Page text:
Portrait module has been changed to 65mm equivalent and became a tad slower (darker) maxing out at F2.2. 2.5x and beyond zoom performance looks good and competitive, even though it’s heavily processed. Tighter portrait lens is always a welcome update but still far from classic professional photographers’ range of choice: 85mm to 200mm.
The UltraWide module remained the same as last year and identical between all models in the iPhone 11/12 lineup. To my taste it’s a terrible quality glass to work with. It is only semi sharp in the dead center of the frame and shows almost unusable corner performance. Despite my complaints, I used it the most on my iPhone 11 Pro Max and really glad that night mode is now available for this lens as well. Also barrel distortion correction is better this time around.
Honorable mention goes to lens flares produced by iPhone 12 Pro Max’s cameras. Sometimes lens flares can be attractive and considered to be a cool effect but not in this case. Almost all of the time they get in the way of shooting artificial light sources at night and contribute to a loss of contrast in photos. Clearly this has to be addressed by Apple but it has been neglected since the introduction with iPhone 11 and sadly will stay with us for another year.
There’s also HDR 4k 60fps Dolby Vision video recording capabilities that looks good on every screen that supports it and absolutely terrible everywhere else. Cool format for sure, but keep in mind that mastering production and delivery of this codec will require some skills and knowledge that are widely available on the internet. Introduction of Dolby Vision on such devise as a smartphone will have a cascading effect on the whole media creation industry that we will start experiencing very soon. For now it’s hard to explain potential of this decision without going in to hours of TV broadcast history, will save it for some other time.
Over the years it has been clear Apple does things in production cycles. Each time it’s searching for the next big trend in technology. Sometimes they take a step back but sometimes that technology changes the market. LiDAR and MagSafe represent that “search” in this cycle. It’s almost admirable how Apple carefully plans “innovation strategy” like it did with headphone jack years ago. Removal of the 3.5mm connector pushed almost every single user into searching for new ways of listening to his favourite device. And Apple was there for them, introducing AirPods and effectively creating a billion dollar Bluetooth headphones market.
History also knows failures such as 3D Touch that had lesser adoption rate; and, as we know, the feature been completely phased out by the time iPhone 11 lineup hit the market, allowing for more battery room instead.
The “new big thing” is called MagSafe. It takes back that extra battery gain from the previous generation and offers a new way of wirelessly charging instead. Once again Apple pushes users into a “new search” by pulling something out of the box and leaving only USB-C-to-Lightning cable inside. Environmentally motivated extraction of 5W charger immediately created an extra item users almost required to purchase – a 20W charger. As a second line of environmental defense, they offer users to buy a 15W MagSafe magnetic puck charger to go with that charger. After all, as we all know, energy wasted during wireless charging is extremely good for the planet.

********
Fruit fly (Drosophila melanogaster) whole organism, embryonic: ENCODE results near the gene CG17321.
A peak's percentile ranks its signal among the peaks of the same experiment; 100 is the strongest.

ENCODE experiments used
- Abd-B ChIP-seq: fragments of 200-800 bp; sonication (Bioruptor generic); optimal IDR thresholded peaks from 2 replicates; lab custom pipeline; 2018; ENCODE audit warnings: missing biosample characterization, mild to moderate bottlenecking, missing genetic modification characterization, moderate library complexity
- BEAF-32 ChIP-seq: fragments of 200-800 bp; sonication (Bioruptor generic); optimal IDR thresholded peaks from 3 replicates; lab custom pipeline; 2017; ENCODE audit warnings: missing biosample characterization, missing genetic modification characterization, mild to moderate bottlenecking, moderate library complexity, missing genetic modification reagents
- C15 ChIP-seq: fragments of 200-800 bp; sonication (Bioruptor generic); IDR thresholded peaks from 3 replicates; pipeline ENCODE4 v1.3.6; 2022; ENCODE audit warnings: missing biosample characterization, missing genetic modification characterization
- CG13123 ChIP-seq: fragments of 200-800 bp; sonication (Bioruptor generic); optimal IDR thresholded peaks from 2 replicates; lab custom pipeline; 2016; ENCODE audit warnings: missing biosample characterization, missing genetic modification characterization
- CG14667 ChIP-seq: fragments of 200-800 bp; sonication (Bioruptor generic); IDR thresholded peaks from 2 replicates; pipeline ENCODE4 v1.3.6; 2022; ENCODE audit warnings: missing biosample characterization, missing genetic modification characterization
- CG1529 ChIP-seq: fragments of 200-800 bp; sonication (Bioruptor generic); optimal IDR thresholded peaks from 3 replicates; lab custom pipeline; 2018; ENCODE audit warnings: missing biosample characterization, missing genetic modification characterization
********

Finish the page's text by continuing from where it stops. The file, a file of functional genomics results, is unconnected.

Is MagSafe better then regular Qi charging? Absolutely it is. Magnets inside the iPhone perfectly line up the charging coils, helping the iPhone to achieve 15W of peak power during wireless charging. I wouldn’t be surprised if Apple intentionally crippled standard Qi capabilities to help promote MagSafe, but it doesn’t seem to be the case and Qi’s native inability to go over 10W is making it look archaic without any extra sabotage.
iPhone’s 12 Pro Max’s 6% battery decrease compared to iPhone 11 Pro Max exists only on paper. I’m happy to report that there is nothing to worry about except if you play games a lot on your iPhone. It seems to be a common problem for all iPhone 12s to underperform in games compared to the previous generation. Looks like something that can be fixed in future iOS or game updates. Other than that, iPhone 12 Pro Max is a 24 hour phone easy with any work you can throw at it during that window. Wired charging capacity sometimes peaked at 22W in my tests below 80% and at 5W between 80% and 100% battery levels, which is adequate.
We have A14 Bionic this year instead A13. By this time everyone knows that in CPU performance Apple pretty much competes with itself, and the bigger number next to letter “A” the better. This holds true this year and for benchmark numbers you are better off reading different articles. At this point only Apple can find use for this much calculating power under the hood and they do so with the introduction of different camera technologies such as HDR Video, sensor shift stabilization, Night Mode improvements, better noise reductions and LiDAR stuff.
Surprisingly, games don’t reflect performance improvements, but looking at battery consumption during gaming I’d say there are some software issues that will be fixed sooner or later. RAM is at 6 GB for all Pro models this year in case it’s a deal breaker for you.
iPhone 12 Pro Max is my go to device this year just like iPhone 11 Pro Max before it. This is a pickup truck in the world of smartphones where only iPhones exist. If you do a lot of work on your phone, the bigger the better. More sound, more battery, more screen and camera is what will potentially make you achieve your goals better and on time. No one cares that Apple is not delivering on latest tech trends such as 120Hz screens or folding screen designs. They offer ecosystem vehicles that make perfect sense within that system. Each year these vehicles become better and introduce something new to the table. They are at the point where there is almost no need to compete with anyone but themselves, and let’s hope Apple will keep this game alive for years to come.